Ben Sibley, one half of Forward The Hamlet, writes...
Until the last five years or so it was generally perceived that playing a left-footed attacking player on the right-hand side of the pitch put your team at a disadvantage.
A winger beats his man and whips in an out-swinging cross, surely? How could you expect a left-footed player to swing in a dangerous cross with his weaker foot? Angel Di Maria’s right foot is so poor that he favours a completely unnatural movement to deliver from his weaker side.
Hang about, does the winger need to beat his man at all? Why can’t he cut inside and significantly increase his possibilities for distribution?
If he was feeling particularly devil-may-care, he could even take a shot at goal. Arjen Robben feels this way 98% of the time, occasionally leading to spectacular scenes.
As it turns out, new Dulwich Hamlet loan signing Rhys Murrell-Williamson is just as guilty of this feeling as the chocolate-ankled Dutchman.
It was a predictably physical and tight affair as Billericay visited Champion Hill on Saturday 5th September 2015 – it was a game that needed a moment of magic. And a moment of magic it got.
Billericay number one Jack Giddens' bedroom window might overlook the greenest fields in all of Essex. He might be in a happy relationship with a partner he considers his soulmate.
There’s a possibility he drives an Aston Martin DB6 in gun-metal grey. Of a Sunday he may just tinkle the ivories of an 80 year-old Steinway. But, ol’ Giddens has never seen anything as beautiful as Rhys’ ninetieth-minute winner.
Rhys’ goal left a huge impression on us - it could be the delicious arc of the ball; it could be the gawping mouth and despairing eyes of the static goalkeeper; it could be the balletic follow-through. It could be all three. Yeah, it’s all three.
These components make up what is the most beautiful shot in all of football – the left-footed curler into the far top corner.
When executed perfectly, the ball wraps itself sensually into the side-netting. Like an otter cub curling up into its mother’s warm, fluffy stomach. As the ball enters the goal just inside the post, it traces the curve of the net into the literal back of the net before nestling at ground level and occasionally, teasingly, rolling back out across the goal-line. A final tongue stuck out at the stranded goalkeeper.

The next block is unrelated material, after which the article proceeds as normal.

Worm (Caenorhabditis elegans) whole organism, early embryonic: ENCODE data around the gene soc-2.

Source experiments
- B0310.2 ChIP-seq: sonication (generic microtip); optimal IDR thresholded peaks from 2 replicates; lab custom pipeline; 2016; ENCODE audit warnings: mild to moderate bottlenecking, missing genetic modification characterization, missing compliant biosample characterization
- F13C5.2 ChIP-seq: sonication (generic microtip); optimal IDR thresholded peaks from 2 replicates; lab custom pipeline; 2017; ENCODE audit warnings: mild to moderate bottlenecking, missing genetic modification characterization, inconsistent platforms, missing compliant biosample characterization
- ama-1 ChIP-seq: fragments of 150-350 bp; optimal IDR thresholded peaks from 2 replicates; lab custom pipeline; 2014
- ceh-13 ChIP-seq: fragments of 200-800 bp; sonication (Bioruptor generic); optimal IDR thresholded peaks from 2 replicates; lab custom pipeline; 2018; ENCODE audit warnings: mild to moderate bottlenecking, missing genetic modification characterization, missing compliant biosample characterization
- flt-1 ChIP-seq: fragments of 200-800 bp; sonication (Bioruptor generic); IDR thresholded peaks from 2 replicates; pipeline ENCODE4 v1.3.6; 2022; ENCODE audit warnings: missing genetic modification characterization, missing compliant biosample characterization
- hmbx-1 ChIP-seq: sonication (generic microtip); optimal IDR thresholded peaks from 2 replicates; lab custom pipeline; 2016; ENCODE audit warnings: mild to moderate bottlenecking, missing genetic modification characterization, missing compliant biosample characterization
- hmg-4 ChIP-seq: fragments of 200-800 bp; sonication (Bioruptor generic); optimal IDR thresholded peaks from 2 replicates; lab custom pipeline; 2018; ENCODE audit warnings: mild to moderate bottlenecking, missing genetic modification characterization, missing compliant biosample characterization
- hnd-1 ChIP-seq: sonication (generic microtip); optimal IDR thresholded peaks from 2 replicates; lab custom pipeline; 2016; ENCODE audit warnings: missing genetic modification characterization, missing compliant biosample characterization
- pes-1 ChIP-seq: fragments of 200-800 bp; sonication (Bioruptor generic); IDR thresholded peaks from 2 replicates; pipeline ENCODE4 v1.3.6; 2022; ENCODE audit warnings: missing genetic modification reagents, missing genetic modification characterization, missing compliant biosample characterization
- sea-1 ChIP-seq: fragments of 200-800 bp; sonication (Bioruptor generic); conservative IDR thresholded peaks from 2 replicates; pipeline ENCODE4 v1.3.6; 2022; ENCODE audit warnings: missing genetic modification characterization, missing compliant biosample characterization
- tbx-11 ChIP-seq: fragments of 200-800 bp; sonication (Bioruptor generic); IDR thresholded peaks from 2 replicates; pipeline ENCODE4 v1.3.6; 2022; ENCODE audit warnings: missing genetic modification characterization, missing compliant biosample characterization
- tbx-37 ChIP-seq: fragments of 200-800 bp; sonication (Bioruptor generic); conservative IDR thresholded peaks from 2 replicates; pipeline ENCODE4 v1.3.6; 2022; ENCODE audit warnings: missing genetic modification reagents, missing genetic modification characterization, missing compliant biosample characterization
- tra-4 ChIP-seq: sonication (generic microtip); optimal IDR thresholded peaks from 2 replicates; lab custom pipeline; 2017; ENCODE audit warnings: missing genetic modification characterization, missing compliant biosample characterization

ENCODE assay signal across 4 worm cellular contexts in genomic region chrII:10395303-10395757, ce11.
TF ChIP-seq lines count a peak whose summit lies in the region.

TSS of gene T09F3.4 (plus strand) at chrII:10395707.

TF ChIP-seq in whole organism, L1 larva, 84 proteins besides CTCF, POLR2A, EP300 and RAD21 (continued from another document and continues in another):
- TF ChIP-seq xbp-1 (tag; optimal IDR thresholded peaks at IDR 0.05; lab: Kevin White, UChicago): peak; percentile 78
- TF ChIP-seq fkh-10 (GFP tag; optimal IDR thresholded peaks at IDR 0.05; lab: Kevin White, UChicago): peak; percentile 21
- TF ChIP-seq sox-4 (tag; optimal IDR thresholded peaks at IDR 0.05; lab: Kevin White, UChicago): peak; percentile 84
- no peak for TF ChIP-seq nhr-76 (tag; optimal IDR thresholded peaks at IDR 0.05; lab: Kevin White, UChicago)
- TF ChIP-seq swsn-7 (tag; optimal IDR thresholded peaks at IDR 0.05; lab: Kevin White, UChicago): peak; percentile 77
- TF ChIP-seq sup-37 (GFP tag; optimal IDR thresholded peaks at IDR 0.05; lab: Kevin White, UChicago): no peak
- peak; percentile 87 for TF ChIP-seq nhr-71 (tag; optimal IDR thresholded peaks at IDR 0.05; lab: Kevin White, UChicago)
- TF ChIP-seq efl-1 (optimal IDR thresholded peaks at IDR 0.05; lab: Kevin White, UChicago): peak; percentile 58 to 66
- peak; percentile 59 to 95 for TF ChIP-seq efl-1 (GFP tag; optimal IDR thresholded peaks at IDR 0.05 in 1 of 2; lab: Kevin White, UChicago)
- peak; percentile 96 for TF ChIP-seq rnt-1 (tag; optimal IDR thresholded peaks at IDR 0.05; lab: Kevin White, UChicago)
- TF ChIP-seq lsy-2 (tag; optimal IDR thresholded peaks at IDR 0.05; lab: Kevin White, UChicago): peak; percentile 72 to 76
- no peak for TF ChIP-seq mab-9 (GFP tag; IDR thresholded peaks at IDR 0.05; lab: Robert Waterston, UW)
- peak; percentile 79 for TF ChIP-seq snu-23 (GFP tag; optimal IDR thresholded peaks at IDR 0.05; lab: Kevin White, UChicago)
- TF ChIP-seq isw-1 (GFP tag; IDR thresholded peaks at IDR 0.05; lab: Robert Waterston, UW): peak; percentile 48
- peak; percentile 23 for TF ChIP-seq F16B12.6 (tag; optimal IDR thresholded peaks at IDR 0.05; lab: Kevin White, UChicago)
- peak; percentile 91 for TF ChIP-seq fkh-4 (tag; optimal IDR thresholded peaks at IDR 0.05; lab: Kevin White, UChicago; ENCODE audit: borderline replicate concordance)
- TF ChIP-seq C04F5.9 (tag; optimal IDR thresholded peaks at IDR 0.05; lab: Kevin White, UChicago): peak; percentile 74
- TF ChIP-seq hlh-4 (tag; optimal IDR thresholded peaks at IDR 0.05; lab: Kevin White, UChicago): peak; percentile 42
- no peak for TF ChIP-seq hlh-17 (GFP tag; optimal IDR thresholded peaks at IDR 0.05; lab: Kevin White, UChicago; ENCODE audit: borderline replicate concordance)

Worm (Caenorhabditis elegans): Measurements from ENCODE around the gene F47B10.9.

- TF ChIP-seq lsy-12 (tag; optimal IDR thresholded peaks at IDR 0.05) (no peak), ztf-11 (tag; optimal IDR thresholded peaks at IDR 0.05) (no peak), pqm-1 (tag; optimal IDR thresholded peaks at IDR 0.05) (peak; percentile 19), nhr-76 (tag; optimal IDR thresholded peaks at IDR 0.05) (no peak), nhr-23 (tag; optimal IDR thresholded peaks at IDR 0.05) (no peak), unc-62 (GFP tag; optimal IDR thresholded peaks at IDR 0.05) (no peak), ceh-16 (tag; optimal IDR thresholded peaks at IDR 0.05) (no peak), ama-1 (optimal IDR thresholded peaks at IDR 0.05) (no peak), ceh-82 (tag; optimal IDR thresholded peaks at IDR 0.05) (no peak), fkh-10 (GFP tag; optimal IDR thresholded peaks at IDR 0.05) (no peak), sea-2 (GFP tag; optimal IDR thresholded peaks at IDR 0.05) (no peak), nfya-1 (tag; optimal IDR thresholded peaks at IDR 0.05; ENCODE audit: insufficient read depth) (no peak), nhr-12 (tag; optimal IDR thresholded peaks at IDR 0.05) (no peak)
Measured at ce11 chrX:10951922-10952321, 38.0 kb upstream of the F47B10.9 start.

You’ve enjoyed every tantalising second of this due to the ball’s arced flight – the shot has been hit at a pace and angle which grabs your attention and allows you to dream.
A thunderbastard of Steven Reid proportions is all killer no filler, it’s a shot of absinthe. You can’t admire it as you consume it. Without big-screen replays, that shot disappears into the record books before you’ve even acknowledged it.
A left-foot curled shot is a drop of single malt. It’s cultured, it’s layered and most of all – it’s fucking delicious.
Just minutes into his Dulwich Hamlet debut and with seconds left on the clock, Rhys collected a Kevin James headed pass out on the right flank. He moved towards the penalty area before squaring up his marker, cutting inside and curling, caressing, stroking, pouring a left-foot shot into the far top corner.
Moments before he made contact with the ball, Kev fell flat on his face – paralysed with anticipation of such beauty. Himself motionless, Giddens watched, mouth gaping, eyes despairing as Rhys’ single malt hit the spot.
|All four of these photos are Duncan Palmer's|
Anyone can smash a shot at goal and hope for the best - Steven Gerrard and Frank Lampard have made careers out of it (don’t @ us).
Rhys took the tougher path, he reached for the aged, dusty bottle way above the brightly-coloured optics, he took care of that ball like it had never been taken care of before. He had full confidence that his accuracy would negate the need for power – even on his debut in the dying moments of a goalless game.
Rhys Murrell-Williamson – you devil-may-care legend.
Watch highlights of Dulwich Hamlet 1-0 Billericay town.
Follow Rhys on Twitter: @RhysMurrellW
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